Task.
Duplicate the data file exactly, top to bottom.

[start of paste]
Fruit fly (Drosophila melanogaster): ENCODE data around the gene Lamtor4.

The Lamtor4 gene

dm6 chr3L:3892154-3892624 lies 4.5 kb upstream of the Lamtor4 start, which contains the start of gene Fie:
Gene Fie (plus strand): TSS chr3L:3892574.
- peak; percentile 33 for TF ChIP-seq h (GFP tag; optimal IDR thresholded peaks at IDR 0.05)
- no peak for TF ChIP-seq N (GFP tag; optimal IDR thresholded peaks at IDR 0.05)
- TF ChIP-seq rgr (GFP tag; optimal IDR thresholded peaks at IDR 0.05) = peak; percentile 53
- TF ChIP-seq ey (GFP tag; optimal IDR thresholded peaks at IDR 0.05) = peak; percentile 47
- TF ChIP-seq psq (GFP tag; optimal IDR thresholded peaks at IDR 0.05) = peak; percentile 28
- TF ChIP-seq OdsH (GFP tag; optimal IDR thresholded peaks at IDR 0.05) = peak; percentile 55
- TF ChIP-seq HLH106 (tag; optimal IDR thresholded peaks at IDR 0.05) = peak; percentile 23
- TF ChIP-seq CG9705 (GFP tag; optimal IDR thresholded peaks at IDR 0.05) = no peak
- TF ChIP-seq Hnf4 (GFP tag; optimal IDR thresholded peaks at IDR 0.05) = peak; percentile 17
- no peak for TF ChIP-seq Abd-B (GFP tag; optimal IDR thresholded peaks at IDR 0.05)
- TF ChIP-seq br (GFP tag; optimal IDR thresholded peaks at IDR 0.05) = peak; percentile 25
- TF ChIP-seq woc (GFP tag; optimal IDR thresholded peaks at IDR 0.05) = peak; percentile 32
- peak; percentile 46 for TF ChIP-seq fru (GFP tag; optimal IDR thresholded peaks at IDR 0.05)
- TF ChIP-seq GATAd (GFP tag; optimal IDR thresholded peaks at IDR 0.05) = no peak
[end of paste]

Fruit fly (Drosophila melanogaster): ENCODE data around the gene Lamtor4.

The Lamtor4 gene

dm6 chr3L:3892154-3892624 lies 4.5 kb upstream of the Lamtor4 start, which contains the start of gene Fie:
Gene Fie (plus strand): TSS chr3L:3892574.
- peak; percentile 33 for TF ChIP-seq h (GFP tag; optimal IDR thresholded peaks at IDR 0.05)
- no peak for TF ChIP-seq N (GFP tag; optimal IDR thresholded peaks at IDR 0.05)
- TF ChIP-seq rgr (GFP tag; optimal IDR thresholded peaks at IDR 0.05) = peak; percentile 53
- TF ChIP-seq ey (GFP tag; optimal IDR thresholded peaks at IDR 0.05) = peak; percentile 47
- TF ChIP-seq psq (GFP tag; optimal IDR thresholded peaks at IDR 0.05) = peak; percentile 28
- TF ChIP-seq OdsH (GFP tag; optimal IDR thresholded peaks at IDR 0.05) = peak; percentile 55
- TF ChIP-seq HLH106 (tag; optimal IDR thresholded peaks at IDR 0.05) = peak; percentile 23
- TF ChIP-seq CG9705 (GFP tag; optimal IDR thresholded peaks at IDR 0.05) = no peak
- TF ChIP-seq Hnf4 (GFP tag; optimal IDR thresholded peaks at IDR 0.05) = peak; percentile 17
- no peak for TF ChIP-seq Abd-B (GFP tag; optimal IDR thresholded peaks at IDR 0.05)
- TF ChIP-seq br (GFP tag; optimal IDR thresholded peaks at IDR 0.05) = peak; percentile 25
- TF ChIP-seq woc (GFP tag; optimal IDR thresholded peaks at IDR 0.05) = peak; percentile 32
- peak; percentile 46 for TF ChIP-seq fru (GFP tag; optimal IDR thresholded peaks at IDR 0.05)
- TF ChIP-seq GATAd (GFP tag; optimal IDR thresholded peaks at IDR 0.05) = no peak